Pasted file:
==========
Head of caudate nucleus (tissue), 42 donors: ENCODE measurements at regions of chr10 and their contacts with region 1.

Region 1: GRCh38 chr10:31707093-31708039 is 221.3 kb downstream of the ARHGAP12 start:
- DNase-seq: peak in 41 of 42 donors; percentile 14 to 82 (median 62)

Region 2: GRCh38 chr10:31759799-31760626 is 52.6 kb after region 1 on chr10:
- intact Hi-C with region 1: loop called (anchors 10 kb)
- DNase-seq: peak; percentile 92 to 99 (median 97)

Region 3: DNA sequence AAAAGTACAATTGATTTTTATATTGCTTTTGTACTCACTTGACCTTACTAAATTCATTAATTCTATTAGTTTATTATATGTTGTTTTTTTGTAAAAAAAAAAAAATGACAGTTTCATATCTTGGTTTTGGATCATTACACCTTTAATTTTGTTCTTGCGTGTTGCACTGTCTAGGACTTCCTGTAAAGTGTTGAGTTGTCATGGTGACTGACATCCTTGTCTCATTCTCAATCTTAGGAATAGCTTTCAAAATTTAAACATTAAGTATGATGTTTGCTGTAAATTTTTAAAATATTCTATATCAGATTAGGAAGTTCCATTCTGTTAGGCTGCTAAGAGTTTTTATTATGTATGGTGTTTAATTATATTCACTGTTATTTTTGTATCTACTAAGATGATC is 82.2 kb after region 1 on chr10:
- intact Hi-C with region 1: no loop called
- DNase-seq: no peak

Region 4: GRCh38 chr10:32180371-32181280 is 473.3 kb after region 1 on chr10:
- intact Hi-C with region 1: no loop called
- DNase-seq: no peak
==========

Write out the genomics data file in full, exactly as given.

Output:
Head of caudate nucleus (tissue), 42 donors: ENCODE measurements at regions of chr10 and their contacts with region 1.

Region 1: GRCh38 chr10:31707093-31708039 is 221.3 kb downstream of the ARHGAP12 start:
- DNase-seq: peak in 41 of 42 donors; percentile 14 to 82 (median 62)

Region 2: GRCh38 chr10:31759799-31760626 is 52.6 kb after region 1 on chr10:
- intact Hi-C with region 1: loop called (anchors 10 kb)
- DNase-seq: peak; percentile 92 to 99 (median 97)

Region 3: DNA sequence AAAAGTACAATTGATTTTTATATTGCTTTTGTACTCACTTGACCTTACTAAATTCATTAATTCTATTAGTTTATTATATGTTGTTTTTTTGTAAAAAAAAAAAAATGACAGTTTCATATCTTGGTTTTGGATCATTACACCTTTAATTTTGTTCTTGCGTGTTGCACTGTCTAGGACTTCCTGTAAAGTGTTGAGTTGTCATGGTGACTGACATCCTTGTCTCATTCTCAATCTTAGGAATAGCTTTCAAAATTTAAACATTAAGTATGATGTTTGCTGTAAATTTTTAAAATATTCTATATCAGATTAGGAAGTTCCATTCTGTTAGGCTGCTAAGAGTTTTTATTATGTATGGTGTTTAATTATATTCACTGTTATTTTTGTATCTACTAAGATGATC is 82.2 kb after region 1 on chr10:
- intact Hi-C with region 1: no loop called
- DNase-seq: no peak

Region 4: GRCh38 chr10:32180371-32181280 is 473.3 kb after region 1 on chr10:
- intact Hi-C with region 1: no loop called
- DNase-seq: no peak